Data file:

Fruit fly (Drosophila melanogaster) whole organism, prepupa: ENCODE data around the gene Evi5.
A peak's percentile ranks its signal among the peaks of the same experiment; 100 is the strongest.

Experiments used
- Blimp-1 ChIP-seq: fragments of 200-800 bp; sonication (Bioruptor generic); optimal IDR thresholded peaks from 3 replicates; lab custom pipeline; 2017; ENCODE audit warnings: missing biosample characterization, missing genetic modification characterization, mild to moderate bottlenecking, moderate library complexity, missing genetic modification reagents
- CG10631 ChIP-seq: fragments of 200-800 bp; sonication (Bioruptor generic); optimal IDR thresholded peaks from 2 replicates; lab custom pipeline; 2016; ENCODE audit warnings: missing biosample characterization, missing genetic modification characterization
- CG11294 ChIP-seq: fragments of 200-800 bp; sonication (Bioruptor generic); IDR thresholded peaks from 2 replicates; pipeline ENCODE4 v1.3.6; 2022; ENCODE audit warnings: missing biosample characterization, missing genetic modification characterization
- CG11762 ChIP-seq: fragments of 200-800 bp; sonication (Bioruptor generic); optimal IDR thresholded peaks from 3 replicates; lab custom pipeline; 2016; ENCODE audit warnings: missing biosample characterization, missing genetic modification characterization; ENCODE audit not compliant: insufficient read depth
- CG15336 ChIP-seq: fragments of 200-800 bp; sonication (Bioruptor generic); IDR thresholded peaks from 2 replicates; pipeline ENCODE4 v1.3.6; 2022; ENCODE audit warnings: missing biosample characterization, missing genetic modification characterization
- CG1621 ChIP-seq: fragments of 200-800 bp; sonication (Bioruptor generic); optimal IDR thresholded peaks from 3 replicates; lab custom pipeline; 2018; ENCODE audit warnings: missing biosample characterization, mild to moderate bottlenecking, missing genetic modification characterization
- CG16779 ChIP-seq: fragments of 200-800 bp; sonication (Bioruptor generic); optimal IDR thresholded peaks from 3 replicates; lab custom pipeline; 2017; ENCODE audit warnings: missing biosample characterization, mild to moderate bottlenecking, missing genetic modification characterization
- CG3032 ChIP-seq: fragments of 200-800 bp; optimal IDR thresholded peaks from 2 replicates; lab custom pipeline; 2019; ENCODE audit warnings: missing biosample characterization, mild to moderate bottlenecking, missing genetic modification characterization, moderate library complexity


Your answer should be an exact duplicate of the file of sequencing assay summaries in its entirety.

Fruit fly (Drosophila melanogaster) whole organism, prepupa: ENCODE data around the gene Evi5.
A peak's percentile ranks its signal among the peaks of the same experiment; 100 is the strongest.

Experiments used
- Blimp-1 ChIP-seq: fragments of 200-800 bp; sonication (Bioruptor generic); optimal IDR thresholded peaks from 3 replicates; lab custom pipeline; 2017; ENCODE audit warnings: missing biosample characterization, missing genetic modification characterization, mild to moderate bottlenecking, moderate library complexity, missing genetic modification reagents
- CG10631 ChIP-seq: fragments of 200-800 bp; sonication (Bioruptor generic); optimal IDR thresholded peaks from 2 replicates; lab custom pipeline; 2016; ENCODE audit warnings: missing biosample characterization, missing genetic modification characterization
- CG11294 ChIP-seq: fragments of 200-800 bp; sonication (Bioruptor generic); IDR thresholded peaks from 2 replicates; pipeline ENCODE4 v1.3.6; 2022; ENCODE audit warnings: missing biosample characterization, missing genetic modification characterization
- CG11762 ChIP-seq: fragments of 200-800 bp; sonication (Bioruptor generic); optimal IDR thresholded peaks from 3 replicates; lab custom pipeline; 2016; ENCODE audit warnings: missing biosample characterization, missing genetic modification characterization; ENCODE audit not compliant: insufficient read depth
- CG15336 ChIP-seq: fragments of 200-800 bp; sonication (Bioruptor generic); IDR thresholded peaks from 2 replicates; pipeline ENCODE4 v1.3.6; 2022; ENCODE audit warnings: missing biosample characterization, missing genetic modification characterization
- CG1621 ChIP-seq: fragments of 200-800 bp; sonication (Bioruptor generic); optimal IDR thresholded peaks from 3 replicates; lab custom pipeline; 2018; ENCODE audit warnings: missing biosample characterization, mild to moderate bottlenecking, missing genetic modification characterization
- CG16779 ChIP-seq: fragments of 200-800 bp; sonication (Bioruptor generic); optimal IDR thresholded peaks from 3 replicates; lab custom pipeline; 2017; ENCODE audit warnings: missing biosample characterization, mild to moderate bottlenecking, missing genetic modification characterization
- CG3032 ChIP-seq: fragments of 200-800 bp; optimal IDR thresholded peaks from 2 replicates; lab custom pipeline; 2019; ENCODE audit warnings: missing biosample characterization, mild to moderate bottlenecking, missing genetic modification characterization, moderate library complexity